This was wielded in primary as well as secondary schools for both trivial and serious offences, and girls got belted as well as boys. [1] Nearly 6 in 10 girls were strapped in school. [2]

In Walsall and Gateshead, and in some schools in Manchester and Nottingham, students (mainly male) were tawsed on the seat of the trousers.

Some Scottish private (independent) schools also used the tawse, such as Keil School and St Aloysius' College, Glasgow, but others such as Fettes College used the cane instead, as did most schools in England outside the north-east.

In 1982, two Scottish mothers went to the European Court of Human Rights, who passed a judgment that parents had the right to refuse corporal punishment of a child. [3] This judgement led indirectly to the use of the tawse (and all other forms of corporal punishment) being banned by law in UK state schools. The legislation came into force in 1987, but most Scottish local education authorities had already abolished it by the early 1980s.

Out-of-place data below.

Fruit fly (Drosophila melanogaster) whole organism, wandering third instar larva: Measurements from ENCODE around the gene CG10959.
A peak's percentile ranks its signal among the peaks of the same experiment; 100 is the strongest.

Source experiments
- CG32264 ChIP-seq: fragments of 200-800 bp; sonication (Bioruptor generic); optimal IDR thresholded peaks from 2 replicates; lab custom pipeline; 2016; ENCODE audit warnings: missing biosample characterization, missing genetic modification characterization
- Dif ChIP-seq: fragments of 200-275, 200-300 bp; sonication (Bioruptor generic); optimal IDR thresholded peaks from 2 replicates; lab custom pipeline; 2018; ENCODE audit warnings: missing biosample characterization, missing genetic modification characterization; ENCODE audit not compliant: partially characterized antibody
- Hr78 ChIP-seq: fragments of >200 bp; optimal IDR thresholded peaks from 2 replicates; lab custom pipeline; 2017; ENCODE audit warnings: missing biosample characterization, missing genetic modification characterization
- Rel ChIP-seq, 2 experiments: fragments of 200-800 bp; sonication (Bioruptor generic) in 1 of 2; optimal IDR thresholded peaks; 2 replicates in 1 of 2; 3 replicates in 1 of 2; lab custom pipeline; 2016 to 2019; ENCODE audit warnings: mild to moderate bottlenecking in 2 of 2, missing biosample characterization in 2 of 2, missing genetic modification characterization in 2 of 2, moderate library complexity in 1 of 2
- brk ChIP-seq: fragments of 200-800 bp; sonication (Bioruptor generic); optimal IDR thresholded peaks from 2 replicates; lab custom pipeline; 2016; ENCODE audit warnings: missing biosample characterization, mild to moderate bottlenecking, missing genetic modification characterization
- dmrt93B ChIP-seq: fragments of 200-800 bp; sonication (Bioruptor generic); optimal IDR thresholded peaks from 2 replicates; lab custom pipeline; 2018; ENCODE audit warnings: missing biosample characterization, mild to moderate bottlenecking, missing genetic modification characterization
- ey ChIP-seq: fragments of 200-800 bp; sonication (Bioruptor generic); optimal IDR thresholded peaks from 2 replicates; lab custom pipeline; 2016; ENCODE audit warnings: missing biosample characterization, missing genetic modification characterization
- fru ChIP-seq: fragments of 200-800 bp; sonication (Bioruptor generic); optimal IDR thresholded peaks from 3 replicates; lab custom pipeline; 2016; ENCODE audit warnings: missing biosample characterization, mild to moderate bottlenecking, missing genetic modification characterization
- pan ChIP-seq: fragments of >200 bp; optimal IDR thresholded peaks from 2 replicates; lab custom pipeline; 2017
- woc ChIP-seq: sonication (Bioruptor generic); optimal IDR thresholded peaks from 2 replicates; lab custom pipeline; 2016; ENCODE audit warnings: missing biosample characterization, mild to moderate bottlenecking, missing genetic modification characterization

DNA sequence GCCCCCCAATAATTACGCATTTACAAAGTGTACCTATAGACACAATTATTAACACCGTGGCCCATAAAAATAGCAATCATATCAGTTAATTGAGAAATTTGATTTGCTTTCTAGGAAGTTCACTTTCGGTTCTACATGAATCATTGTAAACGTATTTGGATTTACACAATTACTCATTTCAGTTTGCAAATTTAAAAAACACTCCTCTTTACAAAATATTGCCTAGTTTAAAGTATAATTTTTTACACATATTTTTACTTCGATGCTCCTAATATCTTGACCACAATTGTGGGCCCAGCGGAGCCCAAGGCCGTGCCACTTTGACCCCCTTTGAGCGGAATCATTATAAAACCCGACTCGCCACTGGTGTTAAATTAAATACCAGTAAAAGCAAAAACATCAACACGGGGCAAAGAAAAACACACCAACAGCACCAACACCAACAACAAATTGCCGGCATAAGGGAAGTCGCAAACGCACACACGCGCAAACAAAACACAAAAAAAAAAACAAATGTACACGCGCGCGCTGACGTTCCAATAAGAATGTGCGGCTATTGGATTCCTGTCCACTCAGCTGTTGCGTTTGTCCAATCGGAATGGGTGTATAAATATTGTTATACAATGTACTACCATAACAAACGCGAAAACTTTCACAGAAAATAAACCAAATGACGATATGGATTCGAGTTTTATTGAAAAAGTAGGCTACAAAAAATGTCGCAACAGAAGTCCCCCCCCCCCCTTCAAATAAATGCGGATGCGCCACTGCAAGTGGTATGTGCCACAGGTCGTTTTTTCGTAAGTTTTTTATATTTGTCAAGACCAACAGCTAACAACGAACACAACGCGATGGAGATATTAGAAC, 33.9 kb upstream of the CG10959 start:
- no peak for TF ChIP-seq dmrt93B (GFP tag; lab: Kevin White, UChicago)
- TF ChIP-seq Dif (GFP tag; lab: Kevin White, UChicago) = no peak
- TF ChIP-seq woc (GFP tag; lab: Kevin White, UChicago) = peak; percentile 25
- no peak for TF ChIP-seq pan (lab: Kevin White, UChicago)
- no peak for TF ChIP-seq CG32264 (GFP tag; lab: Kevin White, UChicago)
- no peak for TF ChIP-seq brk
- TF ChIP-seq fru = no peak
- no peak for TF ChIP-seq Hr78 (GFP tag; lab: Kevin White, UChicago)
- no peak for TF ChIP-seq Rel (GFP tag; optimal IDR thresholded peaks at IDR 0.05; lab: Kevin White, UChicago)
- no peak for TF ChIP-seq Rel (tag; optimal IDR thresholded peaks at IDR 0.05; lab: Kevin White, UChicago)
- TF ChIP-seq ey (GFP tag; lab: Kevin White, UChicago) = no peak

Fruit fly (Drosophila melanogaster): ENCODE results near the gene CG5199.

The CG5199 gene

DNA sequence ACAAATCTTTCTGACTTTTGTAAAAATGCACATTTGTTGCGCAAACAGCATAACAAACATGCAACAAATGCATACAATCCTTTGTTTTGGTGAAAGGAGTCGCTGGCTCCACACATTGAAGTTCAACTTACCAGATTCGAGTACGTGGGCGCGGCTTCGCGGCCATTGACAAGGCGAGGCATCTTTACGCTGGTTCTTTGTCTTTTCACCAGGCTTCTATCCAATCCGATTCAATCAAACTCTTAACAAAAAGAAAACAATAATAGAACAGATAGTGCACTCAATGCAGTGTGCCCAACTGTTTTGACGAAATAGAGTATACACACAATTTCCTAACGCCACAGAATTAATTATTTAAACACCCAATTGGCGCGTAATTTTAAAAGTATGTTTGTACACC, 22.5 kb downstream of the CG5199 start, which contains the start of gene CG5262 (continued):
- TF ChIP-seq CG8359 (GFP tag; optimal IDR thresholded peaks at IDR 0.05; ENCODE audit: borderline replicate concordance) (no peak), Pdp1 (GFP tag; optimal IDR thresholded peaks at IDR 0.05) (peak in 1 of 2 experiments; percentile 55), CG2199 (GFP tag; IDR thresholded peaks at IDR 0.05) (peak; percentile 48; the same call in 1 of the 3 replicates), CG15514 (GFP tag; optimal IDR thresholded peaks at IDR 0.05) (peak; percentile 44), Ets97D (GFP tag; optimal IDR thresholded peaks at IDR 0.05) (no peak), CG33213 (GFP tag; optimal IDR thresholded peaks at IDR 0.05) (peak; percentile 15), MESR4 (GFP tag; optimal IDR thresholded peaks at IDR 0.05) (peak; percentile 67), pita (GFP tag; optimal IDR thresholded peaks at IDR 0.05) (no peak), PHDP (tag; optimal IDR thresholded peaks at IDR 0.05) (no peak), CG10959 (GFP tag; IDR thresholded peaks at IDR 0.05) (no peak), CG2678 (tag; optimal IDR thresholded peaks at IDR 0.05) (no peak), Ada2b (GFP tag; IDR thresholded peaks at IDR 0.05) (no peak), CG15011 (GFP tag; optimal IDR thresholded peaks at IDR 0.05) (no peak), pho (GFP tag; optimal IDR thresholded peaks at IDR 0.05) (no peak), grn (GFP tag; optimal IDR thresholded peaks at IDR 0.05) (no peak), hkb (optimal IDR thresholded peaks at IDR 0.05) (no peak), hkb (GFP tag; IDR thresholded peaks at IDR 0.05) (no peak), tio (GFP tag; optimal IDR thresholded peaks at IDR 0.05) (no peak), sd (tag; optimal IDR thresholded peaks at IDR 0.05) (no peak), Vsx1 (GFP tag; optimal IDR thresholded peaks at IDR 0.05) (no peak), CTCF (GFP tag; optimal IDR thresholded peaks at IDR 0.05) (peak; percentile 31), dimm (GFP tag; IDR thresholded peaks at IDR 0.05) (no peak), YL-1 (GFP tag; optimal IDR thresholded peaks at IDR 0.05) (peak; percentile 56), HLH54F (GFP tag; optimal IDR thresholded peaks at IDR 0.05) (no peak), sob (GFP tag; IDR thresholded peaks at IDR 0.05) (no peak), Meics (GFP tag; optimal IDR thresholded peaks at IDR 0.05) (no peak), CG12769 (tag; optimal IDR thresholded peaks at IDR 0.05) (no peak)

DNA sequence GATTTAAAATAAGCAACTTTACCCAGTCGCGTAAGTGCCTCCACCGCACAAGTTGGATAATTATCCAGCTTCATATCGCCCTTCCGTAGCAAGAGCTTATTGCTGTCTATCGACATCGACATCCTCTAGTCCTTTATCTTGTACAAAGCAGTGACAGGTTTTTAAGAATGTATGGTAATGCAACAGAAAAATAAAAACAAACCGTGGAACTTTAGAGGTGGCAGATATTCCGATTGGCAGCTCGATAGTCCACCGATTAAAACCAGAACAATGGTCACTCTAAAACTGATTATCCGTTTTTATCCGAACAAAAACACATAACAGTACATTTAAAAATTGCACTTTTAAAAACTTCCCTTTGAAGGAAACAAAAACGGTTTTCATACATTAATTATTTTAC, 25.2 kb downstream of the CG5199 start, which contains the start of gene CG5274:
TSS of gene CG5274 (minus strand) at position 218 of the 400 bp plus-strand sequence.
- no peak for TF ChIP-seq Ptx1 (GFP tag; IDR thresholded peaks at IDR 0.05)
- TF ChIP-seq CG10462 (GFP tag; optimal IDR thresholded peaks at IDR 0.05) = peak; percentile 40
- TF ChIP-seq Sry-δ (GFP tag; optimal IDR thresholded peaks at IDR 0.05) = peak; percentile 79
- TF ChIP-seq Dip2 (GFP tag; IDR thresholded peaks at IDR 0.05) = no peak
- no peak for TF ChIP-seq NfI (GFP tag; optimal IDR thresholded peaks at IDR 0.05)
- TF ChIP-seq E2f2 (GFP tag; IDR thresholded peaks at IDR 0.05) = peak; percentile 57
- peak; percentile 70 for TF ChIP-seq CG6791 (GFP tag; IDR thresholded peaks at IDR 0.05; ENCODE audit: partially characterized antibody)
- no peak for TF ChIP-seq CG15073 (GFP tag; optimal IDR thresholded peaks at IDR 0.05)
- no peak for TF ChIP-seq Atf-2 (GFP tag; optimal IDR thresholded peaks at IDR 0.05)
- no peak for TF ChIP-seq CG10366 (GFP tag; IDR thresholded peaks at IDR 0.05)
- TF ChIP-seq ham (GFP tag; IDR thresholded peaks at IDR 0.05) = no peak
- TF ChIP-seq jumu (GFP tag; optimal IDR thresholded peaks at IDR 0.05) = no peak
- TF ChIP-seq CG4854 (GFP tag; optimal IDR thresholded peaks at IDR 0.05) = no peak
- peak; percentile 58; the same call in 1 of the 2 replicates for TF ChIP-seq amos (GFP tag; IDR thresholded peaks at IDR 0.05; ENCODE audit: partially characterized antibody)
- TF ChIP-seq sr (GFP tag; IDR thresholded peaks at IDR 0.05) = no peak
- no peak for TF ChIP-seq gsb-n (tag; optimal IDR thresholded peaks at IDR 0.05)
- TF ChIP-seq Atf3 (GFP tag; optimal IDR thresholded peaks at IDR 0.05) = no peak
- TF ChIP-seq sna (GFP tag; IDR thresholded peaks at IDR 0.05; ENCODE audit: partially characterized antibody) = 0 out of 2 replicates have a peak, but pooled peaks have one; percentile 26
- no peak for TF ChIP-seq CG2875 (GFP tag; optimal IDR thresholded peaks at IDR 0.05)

John J. Dick Leather Goods was a manufacturer in Lochgelly estimated to have made around 70% of tawses when they were used in schools. [4] [5] Original tawses sold for around £6 in 1982 but twenty years later, some collectors were paying hundreds of pounds each for rare items. [6]


The tawse was also used for judicial corporal punishment in Scotland as an alternative to the more usual birch. Courts could sentence boys of over 14 but under 16 to up to 36 strokes with an extra-heavy tawse for any offence. This was administered to the offender's bare buttocks. Judicial corporal punishment was abolished in 1948.

See also

Related Research Articles

<span class="mw-page-title-main">Corporal punishment</span> Form of physical punishment that involves pain